Background

The former site of the Oakville-Trafalgar Memorial Hospital (OTMH) was part of the town’s overall 2013 South Central Public Lands Study (SCPLS) which reviewed a number of key sites owned by the town in south central Oakville (e.g. surplus school sites, Oakville Arena) and made recommendations about their future use, including recreation uses. The town is working with community partners to create a vibrant new community centre, park, and future residential areas site to meet the needs of Oakville residents.

This summer contractors will begin site preparation for the safe demolition of the former hospital and Helen Lawson buildings. The overall demolition and site remediation will take approximately 12 months to complete. Development of the new community centre will begin in late 2018 with an opening scheduled for fall 2020.

For more information and to sign up for email updates from the town, please visit our Former Hospital Site Project page.


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Complete the #MyOakville questionnaire for a chance to win!

Thursday, April 6, 2017 – for immediate release

Complete the #MyOakville questionnaire for a chance to win!

Community input part of strategy to increase access to Recreation and Culture services

The Town of Oakville is asking for the community’s help to ensure everyone has access to recreation and culture opportunities. Residents are invited to share their experiences and suggestions by completing the #MyOakville questionnaire for a chance to win one of three $100 Recreation and Culture program credits.

“As the demographics of Oakville shift, so will the need for more diverse and accessible recreational and cultural opportunities,” said Mayor Rob Burton. “We look to residents to provide input so we can continue to provide high-quality services and programs that meet their needs.”

The questionnaire asks residents how often they visit the town’s Recreation and Culture facilities, what type of activities, events and programs they are interested in, as well as what barriers limit their participation such as affordability, time constraints, availability of public transit, or general lack of awareness of what the town offers.

“Although there is a high demand for our programs and services, there is also a significant population that is not accessing the opportunities we provide,” said Nina de Vaal, director of Recreation and Culture. “Our goal is to better understand the barriers residents are facing so that we can develop a plan for the future that includes everyone.”

In addition to the questionnaire, the town’s community development specialists will interview people at various events and locations this spring. Residents are also invited to check out the #MyOakville videos, share ideas and vote on others on the Idea Forum, or connect with the town on social media using #MyOakville.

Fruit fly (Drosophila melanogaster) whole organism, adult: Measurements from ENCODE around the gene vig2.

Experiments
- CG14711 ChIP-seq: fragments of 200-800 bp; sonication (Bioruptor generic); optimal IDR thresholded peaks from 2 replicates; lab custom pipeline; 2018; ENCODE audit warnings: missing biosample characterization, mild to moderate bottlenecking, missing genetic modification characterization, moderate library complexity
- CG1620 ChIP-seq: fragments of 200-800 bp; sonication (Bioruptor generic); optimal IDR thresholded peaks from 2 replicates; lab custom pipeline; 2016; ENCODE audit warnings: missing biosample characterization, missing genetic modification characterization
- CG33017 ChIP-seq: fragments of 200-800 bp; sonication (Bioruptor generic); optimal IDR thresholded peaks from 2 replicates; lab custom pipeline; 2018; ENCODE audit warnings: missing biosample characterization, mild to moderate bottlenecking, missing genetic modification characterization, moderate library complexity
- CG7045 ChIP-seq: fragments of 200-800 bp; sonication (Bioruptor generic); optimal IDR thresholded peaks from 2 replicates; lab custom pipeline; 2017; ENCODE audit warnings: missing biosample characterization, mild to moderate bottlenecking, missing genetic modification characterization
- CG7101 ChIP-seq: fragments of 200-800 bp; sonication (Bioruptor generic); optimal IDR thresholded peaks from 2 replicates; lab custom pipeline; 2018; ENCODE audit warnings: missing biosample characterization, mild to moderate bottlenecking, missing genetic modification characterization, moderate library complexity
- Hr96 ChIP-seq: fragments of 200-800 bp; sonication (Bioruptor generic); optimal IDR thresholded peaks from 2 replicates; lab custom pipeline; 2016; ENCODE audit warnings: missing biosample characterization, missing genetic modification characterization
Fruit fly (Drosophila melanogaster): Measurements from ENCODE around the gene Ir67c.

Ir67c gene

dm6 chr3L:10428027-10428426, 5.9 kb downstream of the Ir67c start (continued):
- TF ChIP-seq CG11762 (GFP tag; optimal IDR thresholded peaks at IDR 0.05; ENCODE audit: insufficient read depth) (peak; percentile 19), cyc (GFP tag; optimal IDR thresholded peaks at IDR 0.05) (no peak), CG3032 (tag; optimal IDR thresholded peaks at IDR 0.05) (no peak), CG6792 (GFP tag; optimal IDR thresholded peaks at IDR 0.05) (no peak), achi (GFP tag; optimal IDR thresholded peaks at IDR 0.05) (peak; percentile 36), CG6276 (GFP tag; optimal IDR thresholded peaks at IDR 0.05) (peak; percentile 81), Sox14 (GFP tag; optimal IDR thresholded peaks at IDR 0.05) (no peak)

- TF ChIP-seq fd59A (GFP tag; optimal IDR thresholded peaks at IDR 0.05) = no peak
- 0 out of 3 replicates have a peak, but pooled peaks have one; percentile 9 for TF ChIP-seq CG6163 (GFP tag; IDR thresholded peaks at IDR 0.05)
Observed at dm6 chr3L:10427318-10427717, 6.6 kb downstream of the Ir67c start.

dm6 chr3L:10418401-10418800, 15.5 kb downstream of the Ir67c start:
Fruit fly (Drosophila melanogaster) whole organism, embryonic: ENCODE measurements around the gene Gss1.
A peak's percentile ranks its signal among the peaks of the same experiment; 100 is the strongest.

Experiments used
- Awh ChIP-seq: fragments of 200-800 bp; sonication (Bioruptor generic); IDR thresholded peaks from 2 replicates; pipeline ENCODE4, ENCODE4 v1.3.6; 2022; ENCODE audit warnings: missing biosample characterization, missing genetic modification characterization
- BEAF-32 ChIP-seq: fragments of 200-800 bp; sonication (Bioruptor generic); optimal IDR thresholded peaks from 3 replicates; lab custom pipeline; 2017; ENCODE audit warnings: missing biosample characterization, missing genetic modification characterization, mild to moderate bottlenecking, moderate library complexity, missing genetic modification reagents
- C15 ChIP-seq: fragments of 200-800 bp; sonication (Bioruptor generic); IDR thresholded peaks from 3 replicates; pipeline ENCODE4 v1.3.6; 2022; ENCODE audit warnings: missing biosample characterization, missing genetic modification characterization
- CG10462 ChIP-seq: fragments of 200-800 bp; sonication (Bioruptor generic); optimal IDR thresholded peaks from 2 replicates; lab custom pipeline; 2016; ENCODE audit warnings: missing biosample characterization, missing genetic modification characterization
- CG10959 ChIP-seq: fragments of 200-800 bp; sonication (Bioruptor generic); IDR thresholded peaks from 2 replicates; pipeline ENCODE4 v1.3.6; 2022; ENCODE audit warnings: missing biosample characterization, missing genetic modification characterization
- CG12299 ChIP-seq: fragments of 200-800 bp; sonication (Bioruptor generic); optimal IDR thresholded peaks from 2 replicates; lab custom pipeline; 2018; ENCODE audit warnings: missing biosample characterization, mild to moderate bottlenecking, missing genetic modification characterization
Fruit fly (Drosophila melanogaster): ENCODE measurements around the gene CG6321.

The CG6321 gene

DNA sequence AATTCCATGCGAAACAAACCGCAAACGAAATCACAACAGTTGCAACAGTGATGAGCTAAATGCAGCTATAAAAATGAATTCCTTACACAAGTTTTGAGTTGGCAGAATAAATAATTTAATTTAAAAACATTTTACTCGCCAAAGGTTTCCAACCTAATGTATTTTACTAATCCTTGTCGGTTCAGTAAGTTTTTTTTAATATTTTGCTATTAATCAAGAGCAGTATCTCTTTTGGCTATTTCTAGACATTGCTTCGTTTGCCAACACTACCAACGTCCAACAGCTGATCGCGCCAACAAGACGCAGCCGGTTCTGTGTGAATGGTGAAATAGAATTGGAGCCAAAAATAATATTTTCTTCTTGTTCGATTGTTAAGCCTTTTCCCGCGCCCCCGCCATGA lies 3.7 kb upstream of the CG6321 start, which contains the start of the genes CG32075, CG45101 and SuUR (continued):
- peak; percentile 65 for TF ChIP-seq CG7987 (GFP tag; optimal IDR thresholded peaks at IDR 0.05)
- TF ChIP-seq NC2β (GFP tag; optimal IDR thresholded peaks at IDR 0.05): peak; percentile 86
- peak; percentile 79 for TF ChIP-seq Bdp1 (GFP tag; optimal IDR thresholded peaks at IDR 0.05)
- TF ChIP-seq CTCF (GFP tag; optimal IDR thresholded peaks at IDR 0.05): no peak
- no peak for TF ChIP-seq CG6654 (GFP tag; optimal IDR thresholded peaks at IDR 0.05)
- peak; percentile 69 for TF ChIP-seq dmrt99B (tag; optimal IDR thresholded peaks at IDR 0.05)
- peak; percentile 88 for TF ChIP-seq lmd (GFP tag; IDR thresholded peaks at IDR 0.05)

Visit our #MyOakville page for more information and to complete the questionnaire.


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Complete the #MyOakville questionnaire for a chance to win!

Oakville’s 2017 Citizen Survey shows overall satisfaction at 81 per cent

The results of the 2017 Citizen Survey are in! According to the results of the survey conducted by Pollara Strategic Insights, 81 per cent of residents are happy with their municipal government. The town conducts a survey every two years to track overall citizen satisfaction with town performance, identify emerging issues, and help set strategic priorities for the future.

“Feedback from our residents is our most valuable measure of success and we always welcome the opinions of our community,” Mayor Rob Burton said. “We’re encouraged by the positive results of this survey and will use this feedback to guide our efforts toward making Oakville an even more livable, thriving and vibrant town.”

During his presentation to Council, Craig Worden, executive vice-president of Public Affairs for Pollara Strategic Insights noted the town’s consistently high marks in overall satisfaction. “Oakville residents continue to express high satisfaction with their municipal government, the services it provides, and the town attributes that it manages.”

Residents were asked to rate specific town services as well as key attributes of the town. Overall satisfaction with key town attributes was 85 per cent, while overall satisfaction with town services was high at 89 per cent.

The highest levels of satisfaction with town attributes were feelings of belonging and safety (95 per cent), overall appearance of the community (88 per cent), and information provided to residents (84 per cent). The survey results also showed that 10 out of 12 services received satisfaction ratings over 80 per cent; with parks and green spaces (93 per cent), library services (88 per cent) and recreation fields and facilities (88 per cent) rounding out the top three. Satisfaction with winter road and sidewalk maintenance went up markedly this year to 81 per cent (from 74 per cent in the 2015).